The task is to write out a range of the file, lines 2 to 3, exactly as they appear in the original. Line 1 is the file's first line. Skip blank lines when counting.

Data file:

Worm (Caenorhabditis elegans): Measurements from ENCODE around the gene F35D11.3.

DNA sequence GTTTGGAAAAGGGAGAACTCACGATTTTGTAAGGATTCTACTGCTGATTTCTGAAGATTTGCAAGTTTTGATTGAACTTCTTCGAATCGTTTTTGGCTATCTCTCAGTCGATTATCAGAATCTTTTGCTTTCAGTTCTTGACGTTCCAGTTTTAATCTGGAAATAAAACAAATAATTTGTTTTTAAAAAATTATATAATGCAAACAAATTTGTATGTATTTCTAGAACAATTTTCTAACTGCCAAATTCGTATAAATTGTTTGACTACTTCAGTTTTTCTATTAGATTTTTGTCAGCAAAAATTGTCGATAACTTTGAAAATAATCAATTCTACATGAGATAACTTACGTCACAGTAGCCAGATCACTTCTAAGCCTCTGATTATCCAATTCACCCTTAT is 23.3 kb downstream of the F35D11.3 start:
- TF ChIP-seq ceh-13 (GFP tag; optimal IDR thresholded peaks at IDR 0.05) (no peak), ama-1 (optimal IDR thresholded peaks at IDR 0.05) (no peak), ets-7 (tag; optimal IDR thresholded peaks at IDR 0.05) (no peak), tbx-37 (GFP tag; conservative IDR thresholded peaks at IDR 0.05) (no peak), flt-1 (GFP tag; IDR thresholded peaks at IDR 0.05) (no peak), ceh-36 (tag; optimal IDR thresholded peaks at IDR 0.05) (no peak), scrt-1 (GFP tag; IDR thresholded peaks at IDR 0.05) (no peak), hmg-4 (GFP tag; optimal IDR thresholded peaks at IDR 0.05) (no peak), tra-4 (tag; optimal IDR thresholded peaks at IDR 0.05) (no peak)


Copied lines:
DNA sequence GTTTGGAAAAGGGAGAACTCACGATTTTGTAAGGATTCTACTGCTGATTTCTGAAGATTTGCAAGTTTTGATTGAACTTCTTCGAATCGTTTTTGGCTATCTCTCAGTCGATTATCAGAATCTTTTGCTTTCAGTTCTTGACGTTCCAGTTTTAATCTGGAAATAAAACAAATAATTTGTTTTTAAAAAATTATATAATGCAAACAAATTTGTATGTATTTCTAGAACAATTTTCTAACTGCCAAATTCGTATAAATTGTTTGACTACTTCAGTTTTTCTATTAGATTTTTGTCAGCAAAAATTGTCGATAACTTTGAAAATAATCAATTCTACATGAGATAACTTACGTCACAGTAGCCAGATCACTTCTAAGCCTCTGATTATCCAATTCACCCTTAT is 23.3 kb downstream of the F35D11.3 start:
- TF ChIP-seq ceh-13 (GFP tag; optimal IDR thresholded peaks at IDR 0.05) (no peak), ama-1 (optimal IDR thresholded peaks at IDR 0.05) (no peak), ets-7 (tag; optimal IDR thresholded peaks at IDR 0.05) (no peak), tbx-37 (GFP tag; conservative IDR thresholded peaks at IDR 0.05) (no peak), flt-1 (GFP tag; IDR thresholded peaks at IDR 0.05) (no peak), ceh-36 (tag; optimal IDR thresholded peaks at IDR 0.05) (no peak), scrt-1 (GFP tag; IDR thresholded peaks at IDR 0.05) (no peak), hmg-4 (GFP tag; optimal IDR thresholded peaks at IDR 0.05) (no peak), tra-4 (tag; optimal IDR thresholded peaks at IDR 0.05) (no peak)